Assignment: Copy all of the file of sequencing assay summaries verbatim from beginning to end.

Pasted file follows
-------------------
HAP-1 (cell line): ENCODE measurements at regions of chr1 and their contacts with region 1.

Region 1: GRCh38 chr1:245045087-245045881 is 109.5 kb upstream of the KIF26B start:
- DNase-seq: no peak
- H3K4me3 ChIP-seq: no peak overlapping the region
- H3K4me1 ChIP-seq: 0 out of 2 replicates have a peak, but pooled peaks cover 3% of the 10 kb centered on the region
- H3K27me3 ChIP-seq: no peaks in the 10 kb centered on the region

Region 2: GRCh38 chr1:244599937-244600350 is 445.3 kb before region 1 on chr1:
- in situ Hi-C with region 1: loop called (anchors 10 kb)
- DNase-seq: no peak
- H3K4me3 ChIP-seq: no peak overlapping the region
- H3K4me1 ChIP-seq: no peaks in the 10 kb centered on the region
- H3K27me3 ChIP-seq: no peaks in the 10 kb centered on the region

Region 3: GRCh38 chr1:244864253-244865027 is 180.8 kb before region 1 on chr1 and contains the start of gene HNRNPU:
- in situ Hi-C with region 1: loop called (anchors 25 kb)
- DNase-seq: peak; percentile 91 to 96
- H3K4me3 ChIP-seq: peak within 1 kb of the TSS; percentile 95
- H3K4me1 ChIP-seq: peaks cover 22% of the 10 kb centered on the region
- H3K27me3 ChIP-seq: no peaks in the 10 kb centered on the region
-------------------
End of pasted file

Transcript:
HAP-1 (cell line): ENCODE measurements at regions of chr1 and their contacts with region 1.

Region 1: GRCh38 chr1:245045087-245045881 is 109.5 kb upstream of the KIF26B start:
- DNase-seq: no peak
- H3K4me3 ChIP-seq: no peak overlapping the region
- H3K4me1 ChIP-seq: 0 out of 2 replicates have a peak, but pooled peaks cover 3% of the 10 kb centered on the region
- H3K27me3 ChIP-seq: no peaks in the 10 kb centered on the region

Region 2: GRCh38 chr1:244599937-244600350 is 445.3 kb before region 1 on chr1:
- in situ Hi-C with region 1: loop called (anchors 10 kb)
- DNase-seq: no peak
- H3K4me3 ChIP-seq: no peak overlapping the region
- H3K4me1 ChIP-seq: no peaks in the 10 kb centered on the region
- H3K27me3 ChIP-seq: no peaks in the 10 kb centered on the region

Region 3: GRCh38 chr1:244864253-244865027 is 180.8 kb before region 1 on chr1 and contains the start of gene HNRNPU:
- in situ Hi-C with region 1: loop called (anchors 25 kb)
- DNase-seq: peak; percentile 91 to 96
- H3K4me3 ChIP-seq: peak within 1 kb of the TSS; percentile 95
- H3K4me1 ChIP-seq: peaks cover 22% of the 10 kb centered on the region
- H3K27me3 ChIP-seq: no peaks in the 10 kb centered on the region